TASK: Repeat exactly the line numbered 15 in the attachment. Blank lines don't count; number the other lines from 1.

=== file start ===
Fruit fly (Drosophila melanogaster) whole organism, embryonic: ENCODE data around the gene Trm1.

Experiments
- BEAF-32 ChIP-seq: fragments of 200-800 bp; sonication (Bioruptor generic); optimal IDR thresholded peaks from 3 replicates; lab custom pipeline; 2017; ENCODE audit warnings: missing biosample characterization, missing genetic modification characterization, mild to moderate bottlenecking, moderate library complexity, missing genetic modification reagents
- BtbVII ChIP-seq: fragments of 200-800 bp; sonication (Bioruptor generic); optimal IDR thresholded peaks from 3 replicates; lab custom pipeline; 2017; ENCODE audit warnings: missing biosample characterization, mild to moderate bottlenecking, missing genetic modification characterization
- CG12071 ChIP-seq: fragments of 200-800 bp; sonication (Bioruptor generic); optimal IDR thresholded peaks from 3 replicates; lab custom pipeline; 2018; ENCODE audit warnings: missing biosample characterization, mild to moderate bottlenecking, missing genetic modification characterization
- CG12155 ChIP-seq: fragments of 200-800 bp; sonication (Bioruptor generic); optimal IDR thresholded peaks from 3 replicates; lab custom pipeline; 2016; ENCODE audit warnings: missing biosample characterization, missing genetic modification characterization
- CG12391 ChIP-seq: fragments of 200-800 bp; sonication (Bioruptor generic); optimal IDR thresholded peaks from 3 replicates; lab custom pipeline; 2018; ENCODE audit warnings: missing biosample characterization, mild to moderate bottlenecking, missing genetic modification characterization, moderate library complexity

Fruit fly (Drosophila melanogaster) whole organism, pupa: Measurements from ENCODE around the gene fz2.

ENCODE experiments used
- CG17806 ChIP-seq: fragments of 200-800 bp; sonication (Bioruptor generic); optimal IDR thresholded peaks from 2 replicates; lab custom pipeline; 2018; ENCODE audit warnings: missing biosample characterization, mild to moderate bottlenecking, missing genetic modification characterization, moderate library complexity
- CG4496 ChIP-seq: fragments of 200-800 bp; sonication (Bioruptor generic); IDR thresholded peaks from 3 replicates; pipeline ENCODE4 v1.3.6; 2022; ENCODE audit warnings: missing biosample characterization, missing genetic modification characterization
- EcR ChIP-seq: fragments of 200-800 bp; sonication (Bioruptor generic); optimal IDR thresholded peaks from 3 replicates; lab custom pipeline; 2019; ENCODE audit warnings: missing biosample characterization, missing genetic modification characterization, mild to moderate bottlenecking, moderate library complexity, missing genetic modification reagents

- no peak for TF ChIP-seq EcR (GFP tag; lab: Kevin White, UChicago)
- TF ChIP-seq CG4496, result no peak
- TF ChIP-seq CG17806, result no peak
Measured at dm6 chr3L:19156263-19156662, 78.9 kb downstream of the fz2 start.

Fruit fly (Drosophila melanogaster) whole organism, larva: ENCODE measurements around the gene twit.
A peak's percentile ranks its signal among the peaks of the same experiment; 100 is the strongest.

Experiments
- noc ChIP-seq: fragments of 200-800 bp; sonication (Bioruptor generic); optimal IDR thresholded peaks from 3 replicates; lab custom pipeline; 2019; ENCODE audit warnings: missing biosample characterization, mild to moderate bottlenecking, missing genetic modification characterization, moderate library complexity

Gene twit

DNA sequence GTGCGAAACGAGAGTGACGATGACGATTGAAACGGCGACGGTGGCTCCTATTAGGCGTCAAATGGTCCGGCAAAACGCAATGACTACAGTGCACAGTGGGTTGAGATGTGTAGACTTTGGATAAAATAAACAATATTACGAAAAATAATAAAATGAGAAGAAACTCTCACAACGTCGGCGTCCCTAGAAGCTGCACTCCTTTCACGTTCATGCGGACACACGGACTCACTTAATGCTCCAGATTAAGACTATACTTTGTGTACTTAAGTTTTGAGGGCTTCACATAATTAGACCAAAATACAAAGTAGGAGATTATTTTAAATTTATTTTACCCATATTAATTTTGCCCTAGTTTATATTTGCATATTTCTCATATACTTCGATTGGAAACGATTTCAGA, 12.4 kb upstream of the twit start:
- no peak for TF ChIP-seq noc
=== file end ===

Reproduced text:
- TF ChIP-seq CG17806, result no peak